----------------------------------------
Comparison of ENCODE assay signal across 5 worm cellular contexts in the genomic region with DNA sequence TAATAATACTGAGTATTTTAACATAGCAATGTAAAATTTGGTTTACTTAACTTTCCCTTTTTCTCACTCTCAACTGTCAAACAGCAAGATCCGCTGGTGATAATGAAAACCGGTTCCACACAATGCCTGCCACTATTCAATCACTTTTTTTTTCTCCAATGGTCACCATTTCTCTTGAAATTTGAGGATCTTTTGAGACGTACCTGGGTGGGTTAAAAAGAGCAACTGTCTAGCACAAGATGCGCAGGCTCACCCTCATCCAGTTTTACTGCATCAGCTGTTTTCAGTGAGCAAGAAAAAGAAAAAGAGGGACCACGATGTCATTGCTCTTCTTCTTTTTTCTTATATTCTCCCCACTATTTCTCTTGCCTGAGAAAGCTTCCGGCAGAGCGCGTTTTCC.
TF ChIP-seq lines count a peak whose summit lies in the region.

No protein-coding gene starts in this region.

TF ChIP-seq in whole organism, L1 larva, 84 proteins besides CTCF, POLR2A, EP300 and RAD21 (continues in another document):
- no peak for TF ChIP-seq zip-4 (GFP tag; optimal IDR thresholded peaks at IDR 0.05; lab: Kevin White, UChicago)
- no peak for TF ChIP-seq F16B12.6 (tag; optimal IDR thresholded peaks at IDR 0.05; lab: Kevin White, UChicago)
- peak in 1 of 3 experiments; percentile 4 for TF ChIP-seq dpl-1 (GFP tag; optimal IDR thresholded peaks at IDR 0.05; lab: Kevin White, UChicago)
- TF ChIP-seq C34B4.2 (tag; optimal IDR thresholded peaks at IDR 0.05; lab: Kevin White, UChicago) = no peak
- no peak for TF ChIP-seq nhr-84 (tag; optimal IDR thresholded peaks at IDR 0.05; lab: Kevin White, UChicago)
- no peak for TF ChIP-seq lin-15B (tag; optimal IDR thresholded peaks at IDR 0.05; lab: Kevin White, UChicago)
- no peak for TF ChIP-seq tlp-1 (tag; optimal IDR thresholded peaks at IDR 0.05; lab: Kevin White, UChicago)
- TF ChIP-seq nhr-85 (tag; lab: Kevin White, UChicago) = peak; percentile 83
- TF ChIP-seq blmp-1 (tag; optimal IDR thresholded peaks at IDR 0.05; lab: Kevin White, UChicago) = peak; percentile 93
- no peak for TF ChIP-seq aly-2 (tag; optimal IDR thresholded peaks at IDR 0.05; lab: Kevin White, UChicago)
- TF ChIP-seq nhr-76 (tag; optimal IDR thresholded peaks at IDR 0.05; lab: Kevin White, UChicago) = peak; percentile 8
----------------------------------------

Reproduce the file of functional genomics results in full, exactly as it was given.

Comparison of ENCODE assay signal across 5 worm cellular contexts in the genomic region with DNA sequence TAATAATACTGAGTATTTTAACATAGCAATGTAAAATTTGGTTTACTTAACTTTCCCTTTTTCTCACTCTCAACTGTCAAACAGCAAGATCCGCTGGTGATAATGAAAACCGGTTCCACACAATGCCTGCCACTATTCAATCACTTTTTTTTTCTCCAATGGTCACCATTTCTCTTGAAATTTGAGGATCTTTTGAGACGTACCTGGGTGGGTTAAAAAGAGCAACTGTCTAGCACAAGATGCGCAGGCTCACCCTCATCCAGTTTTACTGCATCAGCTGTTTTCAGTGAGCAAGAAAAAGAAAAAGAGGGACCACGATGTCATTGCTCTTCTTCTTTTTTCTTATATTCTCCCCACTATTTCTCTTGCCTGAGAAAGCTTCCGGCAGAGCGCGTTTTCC.
TF ChIP-seq lines count a peak whose summit lies in the region.

No protein-coding gene starts in this region.

TF ChIP-seq in whole organism, L1 larva, 84 proteins besides CTCF, POLR2A, EP300 and RAD21 (continues in another document):
- no peak for TF ChIP-seq zip-4 (GFP tag; optimal IDR thresholded peaks at IDR 0.05; lab: Kevin White, UChicago)
- no peak for TF ChIP-seq F16B12.6 (tag; optimal IDR thresholded peaks at IDR 0.05; lab: Kevin White, UChicago)
- peak in 1 of 3 experiments; percentile 4 for TF ChIP-seq dpl-1 (GFP tag; optimal IDR thresholded peaks at IDR 0.05; lab: Kevin White, UChicago)
- TF ChIP-seq C34B4.2 (tag; optimal IDR thresholded peaks at IDR 0.05; lab: Kevin White, UChicago) = no peak
- no peak for TF ChIP-seq nhr-84 (tag; optimal IDR thresholded peaks at IDR 0.05; lab: Kevin White, UChicago)
- no peak for TF ChIP-seq lin-15B (tag; optimal IDR thresholded peaks at IDR 0.05; lab: Kevin White, UChicago)
- no peak for TF ChIP-seq tlp-1 (tag; optimal IDR thresholded peaks at IDR 0.05; lab: Kevin White, UChicago)
- TF ChIP-seq nhr-85 (tag; lab: Kevin White, UChicago) = peak; percentile 83
- TF ChIP-seq blmp-1 (tag; optimal IDR thresholded peaks at IDR 0.05; lab: Kevin White, UChicago) = peak; percentile 93
- no peak for TF ChIP-seq aly-2 (tag; optimal IDR thresholded peaks at IDR 0.05; lab: Kevin White, UChicago)
- TF ChIP-seq nhr-76 (tag; optimal IDR thresholded peaks at IDR 0.05; lab: Kevin White, UChicago) = peak; percentile 8